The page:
Law360 (March 13, 2019, 10:41 PM EDT) – A Georgia appeals court on Tuesday vacated a defense verdict in a suit accusing a hospital and two doctors of bungling pre-operative care for a bowel surgery patient who later died of lung failure, saying the jury was presented with inadmissible hearsay evidence.
A three-judge Court of Appeals panel ordered a new trial in a suit accusing WellStar Paulding Hospital and Drs. Vanchad Memark and Christopher Stowell of causing James Moore’s death from lung failure. The suit claims that the doctors failed to place a nasogastric tube in the 41- year-old patient before his anesthesia and surgery to remove a bowel obstruction, allowing stomach acid to enter his lungs and ultimately kill him.
On appeal, the patient’s widow, Tanya Moore, argued that the trial judge improperly allowed the health care providers to submit evidence that the American Society of Anesthesiologists had sanctioned one of its members for giving testimony similar to that of Moore’s expert anesthesiologist: that the standard of care requires a nasogastric tube to be placed before the administration of anesthesia.
The panel agreed, rejecting the health care providers’ argument that the ASA report was hearsay evidence allowed under Georgia’s “learned treatise” exception for published materials in the subjects of history, medicine or other science or art.
“Georgia’s ‘learned treatise’ exception does not expressly reference the type of document at issue here,” the panel said in a 24-page opinion. “Furthermore, the medical defendants have cited no authority illustrating that the [ASA report] nevertheless falls within the purview of that statutory provision; and we find none.”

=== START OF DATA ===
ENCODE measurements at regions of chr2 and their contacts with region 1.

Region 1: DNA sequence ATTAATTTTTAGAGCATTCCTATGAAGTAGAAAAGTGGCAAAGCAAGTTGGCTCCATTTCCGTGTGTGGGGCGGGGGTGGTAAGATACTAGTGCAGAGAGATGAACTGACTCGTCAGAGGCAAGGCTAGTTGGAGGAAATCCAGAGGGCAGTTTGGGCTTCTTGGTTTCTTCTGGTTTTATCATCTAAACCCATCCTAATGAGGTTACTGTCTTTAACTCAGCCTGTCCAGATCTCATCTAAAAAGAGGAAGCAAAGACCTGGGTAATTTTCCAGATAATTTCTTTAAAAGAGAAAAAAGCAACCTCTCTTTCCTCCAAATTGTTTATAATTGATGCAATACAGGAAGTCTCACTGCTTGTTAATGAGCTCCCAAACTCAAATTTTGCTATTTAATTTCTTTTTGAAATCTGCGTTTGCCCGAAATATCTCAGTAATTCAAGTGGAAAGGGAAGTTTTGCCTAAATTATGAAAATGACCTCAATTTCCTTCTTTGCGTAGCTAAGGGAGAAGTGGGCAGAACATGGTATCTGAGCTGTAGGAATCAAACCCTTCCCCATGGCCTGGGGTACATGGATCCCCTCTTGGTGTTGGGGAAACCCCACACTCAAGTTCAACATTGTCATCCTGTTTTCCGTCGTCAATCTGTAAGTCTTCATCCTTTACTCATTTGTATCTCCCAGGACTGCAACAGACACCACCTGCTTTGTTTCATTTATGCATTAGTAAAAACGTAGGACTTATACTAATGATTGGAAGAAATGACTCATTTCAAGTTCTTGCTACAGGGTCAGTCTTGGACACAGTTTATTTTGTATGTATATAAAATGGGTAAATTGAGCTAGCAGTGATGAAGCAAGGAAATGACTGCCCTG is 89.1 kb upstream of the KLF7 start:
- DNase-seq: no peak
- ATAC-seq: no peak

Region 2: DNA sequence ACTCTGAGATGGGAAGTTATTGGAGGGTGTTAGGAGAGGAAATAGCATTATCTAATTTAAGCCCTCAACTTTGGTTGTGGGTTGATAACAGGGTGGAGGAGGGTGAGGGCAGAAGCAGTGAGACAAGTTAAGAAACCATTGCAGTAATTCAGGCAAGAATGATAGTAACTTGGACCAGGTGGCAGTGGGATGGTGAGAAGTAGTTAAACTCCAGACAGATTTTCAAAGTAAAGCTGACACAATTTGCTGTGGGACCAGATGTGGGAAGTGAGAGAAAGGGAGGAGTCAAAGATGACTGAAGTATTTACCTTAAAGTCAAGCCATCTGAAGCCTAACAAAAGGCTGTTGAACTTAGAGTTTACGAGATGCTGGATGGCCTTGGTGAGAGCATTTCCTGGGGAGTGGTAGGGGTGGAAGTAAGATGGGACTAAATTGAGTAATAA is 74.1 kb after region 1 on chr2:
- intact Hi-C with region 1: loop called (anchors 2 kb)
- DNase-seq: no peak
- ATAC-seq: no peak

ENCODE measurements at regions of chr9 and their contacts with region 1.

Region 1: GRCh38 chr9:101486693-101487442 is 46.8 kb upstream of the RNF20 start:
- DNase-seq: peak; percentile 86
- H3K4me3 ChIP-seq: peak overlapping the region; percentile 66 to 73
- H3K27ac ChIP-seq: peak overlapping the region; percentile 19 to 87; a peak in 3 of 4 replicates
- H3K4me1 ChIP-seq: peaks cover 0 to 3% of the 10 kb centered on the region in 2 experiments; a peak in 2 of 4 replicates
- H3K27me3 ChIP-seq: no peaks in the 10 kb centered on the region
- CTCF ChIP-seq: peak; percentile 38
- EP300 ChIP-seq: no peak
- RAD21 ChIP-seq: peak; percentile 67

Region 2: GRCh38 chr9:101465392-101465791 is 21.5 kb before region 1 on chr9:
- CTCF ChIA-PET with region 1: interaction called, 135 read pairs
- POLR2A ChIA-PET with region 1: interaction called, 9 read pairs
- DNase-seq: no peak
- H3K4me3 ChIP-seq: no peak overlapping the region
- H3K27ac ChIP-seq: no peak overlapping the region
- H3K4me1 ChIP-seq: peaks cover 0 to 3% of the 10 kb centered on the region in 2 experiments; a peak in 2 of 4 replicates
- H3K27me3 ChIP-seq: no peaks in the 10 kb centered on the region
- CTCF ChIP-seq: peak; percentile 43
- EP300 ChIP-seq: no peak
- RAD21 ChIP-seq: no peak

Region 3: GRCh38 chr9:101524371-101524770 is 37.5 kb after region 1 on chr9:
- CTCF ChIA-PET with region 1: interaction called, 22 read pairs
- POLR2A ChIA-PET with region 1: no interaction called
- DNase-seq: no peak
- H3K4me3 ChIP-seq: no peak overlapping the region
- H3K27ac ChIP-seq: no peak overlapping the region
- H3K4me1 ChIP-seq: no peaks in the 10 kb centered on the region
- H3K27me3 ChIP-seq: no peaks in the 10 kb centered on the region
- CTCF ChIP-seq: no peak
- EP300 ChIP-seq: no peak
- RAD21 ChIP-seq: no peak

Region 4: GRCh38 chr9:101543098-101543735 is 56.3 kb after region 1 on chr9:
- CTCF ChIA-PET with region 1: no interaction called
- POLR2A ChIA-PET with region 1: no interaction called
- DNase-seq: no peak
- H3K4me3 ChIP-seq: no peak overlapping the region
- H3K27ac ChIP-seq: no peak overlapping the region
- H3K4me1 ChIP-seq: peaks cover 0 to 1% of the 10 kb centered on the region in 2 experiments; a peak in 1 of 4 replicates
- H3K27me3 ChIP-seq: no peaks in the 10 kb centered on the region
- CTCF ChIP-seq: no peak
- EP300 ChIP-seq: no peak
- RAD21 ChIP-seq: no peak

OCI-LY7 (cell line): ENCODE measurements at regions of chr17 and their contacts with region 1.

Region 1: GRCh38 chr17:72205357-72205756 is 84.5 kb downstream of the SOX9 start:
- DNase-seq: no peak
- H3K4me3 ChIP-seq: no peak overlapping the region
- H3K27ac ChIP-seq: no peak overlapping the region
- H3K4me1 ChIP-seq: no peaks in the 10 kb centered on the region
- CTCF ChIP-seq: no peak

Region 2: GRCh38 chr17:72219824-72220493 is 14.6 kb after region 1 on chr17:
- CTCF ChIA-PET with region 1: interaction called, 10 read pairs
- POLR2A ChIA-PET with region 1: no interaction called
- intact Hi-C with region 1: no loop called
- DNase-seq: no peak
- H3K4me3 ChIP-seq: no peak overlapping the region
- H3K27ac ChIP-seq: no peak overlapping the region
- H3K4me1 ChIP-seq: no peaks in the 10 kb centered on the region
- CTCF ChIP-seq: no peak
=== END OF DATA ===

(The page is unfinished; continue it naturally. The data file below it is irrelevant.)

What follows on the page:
The health care providers had cited the Second Circuit’s 2000 ruling in Costantino v. Herzog, which deemed admissible an instructional video published by the American College of Obstetricians and Gynecologists. But the panel said the video in Costantino was neutral in tone and had an educational focus.
“In contrast, the [ASA report] was written by the ASA about its own disciplinary proceedings against a particular anesthesiologist for a violation of specific ASA guidelines,” the panel said. “As numerous jurisdictions have held, the logic for admitting hearsay materials under the ‘learned treatise’ exception is undermined where an author has published the materials with a view toward litigation.”
The appeals court also turned aside the health care providers’ additional argument that even if the trial judge did err in allowing the evidence, such an error was harmless.
“The reasonable inference was that [Moore’s expert’s] testimony as to the standard-of-care was sanctionable by the ASA, and thus not worthy of belief in a court of law,” the panel said. Representatives for the parties did not immediately respond to requests for comment Wednesday.
Judges Anne Elizabeth Barnes, E. Trenton Brown III and Stephen S. Goss sat on the panel for the Court of Appeals.
Moore is represented by Roy E. Barnes and J. Cameron Tribble of Barnes Law Group.
The defendants are represented by John E. Hall Jr. and Ken Jones of Hall Booth Smith PC and Melissa P. Reading and Frederick N. Gleaton of Owen Gleaton Egan Jones & Sweeney LLP.
The case is Moore v. Wellstar Health System Inc. et al., case number A18A1810, in the Court of Appeals of Georgia, First Division.
–Editing by Haylee Pea